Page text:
Singer/songwriter and music presenter Cerys Matthews is counting down to her festival, The Good Life Experience, which invites people to rediscover the joy of the simple things in life.
Cerys has fond memories of Chester. Two years ago, she visited the city to do a gig where a local told her it was illegal for a Welsh person to be found within the town walls after midnight.
“In theory, they said, I could be executed!” she laughs. “Is there really an antiquated law that is unchanged, or is it a myth?”
This won’t alter the fact that Cerys will be greeted with open arms when she returns in September to host The Good Life Experience, her festival of music, food and the great outdoors, in nearby Hawarden.
Now in its second year, the festival – set up by Cerys, her husband/manager Steven Abbott and Charlie and Caroline Gladstone – promises to be bigger and better than ever, with many new exciting activities in store for 2015.
“There’s a whole brand new music programme. It’s going to be a bit bigger than last year,” says Cerys, who has been hosting a weekly music show on BBC Radio 6 Music for the last five years.
Just like her 6 Music programme, the line-up is wonderfully eclectic. She’s hand-picked many of the performers, having either featured them on her radio show or stumbled across them playing live.
Guitarist Wilko Johnson (formerly of The Blockheads and Dr Feelgood and currently starring in Game of Thrones) will be headlining on Friday, while performers such as virtuoso Welsh harpist Catrin Finch, musical storyteller Tom Brosseau and eccentric ‘folk-hop’ band Honeyfeet are also set to take the stage over the weekend.
Eclectic music mix
“I enjoy music from all eras, all languages and all genres, as you can probably tell from the 6 Music show I programme and host every Sunday.
“It’s the same with the festival. If it’s great and I feel people will love it, it gets programmed.”
This year’s festival has an added Cuban twist, with a live set from Revolucionarios Cubanos to get the punters up on their feet, Cuban dance and cigar-rolling lessons, and authentic drinks.
As well as TV favourite and adventurer Ben Fogle, food blogger Ella Woodward [of Deliciously Ella] and a host of other talks, demonstrations and events, book lovers can expect to see more literary events this year.
“We have the Irish ambassador Dan Mulhall, who will be talking about WB Yeats, as it is 150 years since the poet was born.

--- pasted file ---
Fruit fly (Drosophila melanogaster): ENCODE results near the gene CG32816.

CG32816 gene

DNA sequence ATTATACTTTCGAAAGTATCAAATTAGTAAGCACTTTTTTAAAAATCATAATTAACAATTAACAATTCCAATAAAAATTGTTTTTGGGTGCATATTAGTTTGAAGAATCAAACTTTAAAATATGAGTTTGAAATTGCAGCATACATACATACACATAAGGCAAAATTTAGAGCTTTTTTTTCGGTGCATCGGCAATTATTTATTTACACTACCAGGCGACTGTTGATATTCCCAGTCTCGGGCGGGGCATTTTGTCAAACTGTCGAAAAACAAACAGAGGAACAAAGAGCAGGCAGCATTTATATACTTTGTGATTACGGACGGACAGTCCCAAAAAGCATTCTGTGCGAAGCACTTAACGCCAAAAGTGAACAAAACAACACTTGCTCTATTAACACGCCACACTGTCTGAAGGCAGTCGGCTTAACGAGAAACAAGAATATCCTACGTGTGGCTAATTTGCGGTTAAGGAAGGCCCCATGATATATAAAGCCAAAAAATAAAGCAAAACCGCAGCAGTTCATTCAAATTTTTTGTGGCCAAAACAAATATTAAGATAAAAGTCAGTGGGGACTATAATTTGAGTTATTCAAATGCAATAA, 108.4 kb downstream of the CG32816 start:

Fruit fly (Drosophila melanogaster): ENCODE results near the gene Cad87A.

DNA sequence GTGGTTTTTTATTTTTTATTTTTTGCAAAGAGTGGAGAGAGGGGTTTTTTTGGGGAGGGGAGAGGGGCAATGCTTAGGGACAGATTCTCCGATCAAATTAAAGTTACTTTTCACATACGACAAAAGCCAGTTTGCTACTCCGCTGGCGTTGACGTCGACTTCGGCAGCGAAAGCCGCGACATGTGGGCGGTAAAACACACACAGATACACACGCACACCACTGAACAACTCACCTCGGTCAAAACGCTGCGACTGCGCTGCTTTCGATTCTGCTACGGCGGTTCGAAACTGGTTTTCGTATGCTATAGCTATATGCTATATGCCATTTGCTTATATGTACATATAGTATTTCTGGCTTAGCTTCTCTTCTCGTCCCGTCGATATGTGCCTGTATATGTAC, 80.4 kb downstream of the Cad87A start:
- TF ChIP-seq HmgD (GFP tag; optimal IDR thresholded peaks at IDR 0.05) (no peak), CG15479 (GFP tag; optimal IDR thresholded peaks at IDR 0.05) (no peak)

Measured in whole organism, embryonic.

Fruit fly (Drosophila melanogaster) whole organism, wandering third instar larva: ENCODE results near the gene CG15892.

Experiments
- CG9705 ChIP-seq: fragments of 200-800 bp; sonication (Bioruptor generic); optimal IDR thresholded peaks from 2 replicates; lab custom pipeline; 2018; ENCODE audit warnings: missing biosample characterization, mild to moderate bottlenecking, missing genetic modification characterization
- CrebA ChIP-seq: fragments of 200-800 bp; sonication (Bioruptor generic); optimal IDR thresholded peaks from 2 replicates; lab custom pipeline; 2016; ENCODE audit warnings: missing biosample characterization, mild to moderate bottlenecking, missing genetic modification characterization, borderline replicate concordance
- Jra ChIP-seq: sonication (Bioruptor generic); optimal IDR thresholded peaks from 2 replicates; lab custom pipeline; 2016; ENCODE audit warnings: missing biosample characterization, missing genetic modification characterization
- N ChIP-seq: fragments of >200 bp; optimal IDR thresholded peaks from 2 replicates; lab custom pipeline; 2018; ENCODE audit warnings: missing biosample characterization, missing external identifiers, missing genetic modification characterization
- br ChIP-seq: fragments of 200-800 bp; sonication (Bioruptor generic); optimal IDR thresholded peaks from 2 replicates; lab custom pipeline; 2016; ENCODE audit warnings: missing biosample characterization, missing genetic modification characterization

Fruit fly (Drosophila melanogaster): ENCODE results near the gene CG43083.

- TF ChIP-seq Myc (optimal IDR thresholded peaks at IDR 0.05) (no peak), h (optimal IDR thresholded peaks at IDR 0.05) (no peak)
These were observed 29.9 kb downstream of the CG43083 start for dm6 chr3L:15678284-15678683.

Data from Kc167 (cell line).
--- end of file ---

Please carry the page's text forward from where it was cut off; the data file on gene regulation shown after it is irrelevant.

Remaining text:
“We’ve also got Professor Barrie Bullen (professor of English Literature and Culture at Royal Holloway College) talking about Thomas Hardy’s writing.”
Other performers include Murray Lachlan-Young, the first poet ever to sign a £1 million record deal, and local performance poet Suzanne Iuppa, who lives in Mold and is the chairman of Chester Writers.
Just like last year, there will be no backstage area or VIP tent; all of the performers are there because they want to be and are happy to meet the guests.
It’s this all-inclusive ethos, as well as the festival’s core focus on reconnecting with nature and enjoying real-life experiences, that has made it such a success.
“A huge dollop of the great outdoors is the other unique factor – as well as the free abseiling, archery, axe-throwing, vintage fair rides, wood carving, butchery, campfire cooking and cigar-rolling, and Cuban dancing lessons – meaning that you go away with more than just great memories, but also new skills, or at least experiences.”
But activities tend to cost money and it was the spiralling cost associated with traditional festivals and activities, which was one of the reasons that prompted the founders to set up The Good Life Experience in the first place.
“We were noticing year on year that the festivals were getting really big and weren’t very good value for money.
“They were getting more commercial and we wanted to start a festival that we would want to go to; one that was kinder on the pocket and you would leave having tried something new.”
Making it affordable
And, when you factor in children – Cerys has five, aged from five to 22 – the costs can become exorbitant.
‘I’ve got kids and, for all of them to have one go on a ride at a festival, it cost £30. If you times that by a whole weekend of activities, you can end up severely out of pocket.”
At The Good Life Experience, however, once you’re in, everything’s free, and all the activities are open to everyone, ensuring it really is more about the experience than the money.
“It may be a cliché, but I believe the best things in life are free and are about experiences.”
With this winning formula that includes wild swimming, group sing-alongs with the lady herself, huge campfires and stargazing in the picturesque woodland setting of the Gladstone estate, The Good Life Experience runs from September 18-20 at Hawarden Estate in Flintshire.
Adult tickets are £45, tickets for children aged 9-16 cost £22.50. To bring your own tent, you’ll pay £7.50 per person per night or you can order a pre-erected four-person Bell Tent from £250 for the entire festival. Visit www.thegoodlifeexperience.co.uk.